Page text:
And as I mentioned fartleks before, it's basically like doing a long distance run (or a pretty fast speed run) and added times of hightened speed segments. The best one is variable, just running down the street, see a lamp post, sprint until you reach it, then return to your previous jogging pace, and continue doing that as you see different objects to spot a distance. So you may be sprinting for 20 meters or 100 meters, but it's great for inducing that lactic acid (the burn!) by pushing your anerobic endurance, and then while you're returning to your jogging speed (or as you train, you find your 'race speed') and this will now train your body to recover from breaking that aerobic threshold, while you run, so as you run, you don't slow down because you're building lactic acid.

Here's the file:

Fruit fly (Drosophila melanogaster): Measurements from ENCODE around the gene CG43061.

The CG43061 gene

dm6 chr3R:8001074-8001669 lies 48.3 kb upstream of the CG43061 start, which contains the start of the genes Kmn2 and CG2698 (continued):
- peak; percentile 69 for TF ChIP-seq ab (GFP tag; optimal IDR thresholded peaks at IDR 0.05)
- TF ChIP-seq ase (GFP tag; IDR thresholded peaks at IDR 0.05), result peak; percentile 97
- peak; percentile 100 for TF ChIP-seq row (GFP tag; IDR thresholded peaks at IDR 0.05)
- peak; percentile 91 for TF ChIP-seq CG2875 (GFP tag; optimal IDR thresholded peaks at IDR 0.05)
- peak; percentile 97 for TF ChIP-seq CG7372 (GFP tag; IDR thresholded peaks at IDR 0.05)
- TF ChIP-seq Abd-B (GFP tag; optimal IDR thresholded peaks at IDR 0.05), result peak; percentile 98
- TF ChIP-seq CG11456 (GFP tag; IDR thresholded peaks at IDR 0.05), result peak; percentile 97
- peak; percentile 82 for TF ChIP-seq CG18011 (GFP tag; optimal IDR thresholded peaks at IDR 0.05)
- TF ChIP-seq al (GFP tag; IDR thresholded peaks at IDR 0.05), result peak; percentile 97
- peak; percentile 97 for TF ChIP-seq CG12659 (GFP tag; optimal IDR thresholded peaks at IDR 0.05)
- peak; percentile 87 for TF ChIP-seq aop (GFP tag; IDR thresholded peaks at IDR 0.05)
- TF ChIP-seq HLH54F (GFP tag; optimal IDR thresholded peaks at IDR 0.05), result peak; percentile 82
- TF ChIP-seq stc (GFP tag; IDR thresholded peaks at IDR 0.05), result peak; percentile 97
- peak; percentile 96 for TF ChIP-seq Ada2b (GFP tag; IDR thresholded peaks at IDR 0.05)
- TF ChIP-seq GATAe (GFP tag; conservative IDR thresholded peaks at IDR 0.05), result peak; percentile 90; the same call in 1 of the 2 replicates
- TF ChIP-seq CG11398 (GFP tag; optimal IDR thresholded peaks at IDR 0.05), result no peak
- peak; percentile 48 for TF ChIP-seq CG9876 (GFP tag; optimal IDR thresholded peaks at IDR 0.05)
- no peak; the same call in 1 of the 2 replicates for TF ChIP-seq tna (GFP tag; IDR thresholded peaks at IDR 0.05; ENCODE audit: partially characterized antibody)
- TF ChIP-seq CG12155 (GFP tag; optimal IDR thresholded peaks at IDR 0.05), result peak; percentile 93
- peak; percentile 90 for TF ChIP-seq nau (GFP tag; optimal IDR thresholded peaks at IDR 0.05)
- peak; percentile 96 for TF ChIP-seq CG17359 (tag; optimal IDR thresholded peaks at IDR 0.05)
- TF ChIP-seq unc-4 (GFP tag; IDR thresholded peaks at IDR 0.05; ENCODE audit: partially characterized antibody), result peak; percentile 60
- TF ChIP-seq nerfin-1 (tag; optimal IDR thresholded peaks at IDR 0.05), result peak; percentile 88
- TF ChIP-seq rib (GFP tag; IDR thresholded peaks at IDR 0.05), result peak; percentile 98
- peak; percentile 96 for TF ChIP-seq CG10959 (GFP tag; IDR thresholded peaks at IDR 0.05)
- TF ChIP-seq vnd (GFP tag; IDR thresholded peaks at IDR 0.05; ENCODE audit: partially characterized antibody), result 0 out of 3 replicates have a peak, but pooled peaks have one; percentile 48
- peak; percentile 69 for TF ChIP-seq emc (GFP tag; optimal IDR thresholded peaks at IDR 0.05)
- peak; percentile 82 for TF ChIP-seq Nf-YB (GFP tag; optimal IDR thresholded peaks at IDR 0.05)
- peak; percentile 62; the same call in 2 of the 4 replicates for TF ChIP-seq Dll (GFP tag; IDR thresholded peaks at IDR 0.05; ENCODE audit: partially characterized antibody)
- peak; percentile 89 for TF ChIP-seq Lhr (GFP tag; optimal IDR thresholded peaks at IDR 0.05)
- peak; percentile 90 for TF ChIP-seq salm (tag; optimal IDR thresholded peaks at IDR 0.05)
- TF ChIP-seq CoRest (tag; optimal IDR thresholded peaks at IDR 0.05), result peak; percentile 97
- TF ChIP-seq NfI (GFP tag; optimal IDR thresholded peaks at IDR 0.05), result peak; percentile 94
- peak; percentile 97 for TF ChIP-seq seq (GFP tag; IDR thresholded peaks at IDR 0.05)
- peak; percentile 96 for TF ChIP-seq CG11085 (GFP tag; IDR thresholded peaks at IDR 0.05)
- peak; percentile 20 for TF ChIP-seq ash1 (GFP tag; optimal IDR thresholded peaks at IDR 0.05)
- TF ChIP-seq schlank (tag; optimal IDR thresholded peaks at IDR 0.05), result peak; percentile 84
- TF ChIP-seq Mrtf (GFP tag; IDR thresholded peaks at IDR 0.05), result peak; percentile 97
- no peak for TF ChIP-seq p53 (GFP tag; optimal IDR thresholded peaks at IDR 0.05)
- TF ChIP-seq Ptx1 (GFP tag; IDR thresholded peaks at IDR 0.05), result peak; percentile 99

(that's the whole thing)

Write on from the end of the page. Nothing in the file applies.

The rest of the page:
So, in all this training, you should be able to blow through a 6 mile run at a simple low intensity pace. Just remember, start off slow! Don't push off at a higher speed, you'll burn out before you're ready to push yourself in the race. Your metabolism will get set as you start off slow (unless you did a great warmup right before), but toward the end of the race, you'll be ready to push everything you have. You can also look up stories on "the wall" in marathon or distance running, which is what i'm talking about here.

    But yeah, you'll make your 6 mile run, I suggest training for a marathon. Sound like too much? It's not! Before I began my marathon training class (which was way too short!) I was only able to run for 3 miles. I learned a lot in class and my own researching, and in three months, not even running in my training for anything more than 2 hours, I completed a marathon.

    I believe you can make it and a smaller race like this will be perfect for getting you ready. Once you make it, try a 12k (7+ mile run), and a half marathon (13.1 mile), as well as try other 10ks

     
    Old 05-11-2003, 02:21 PM   #6
    darkwolfofvoid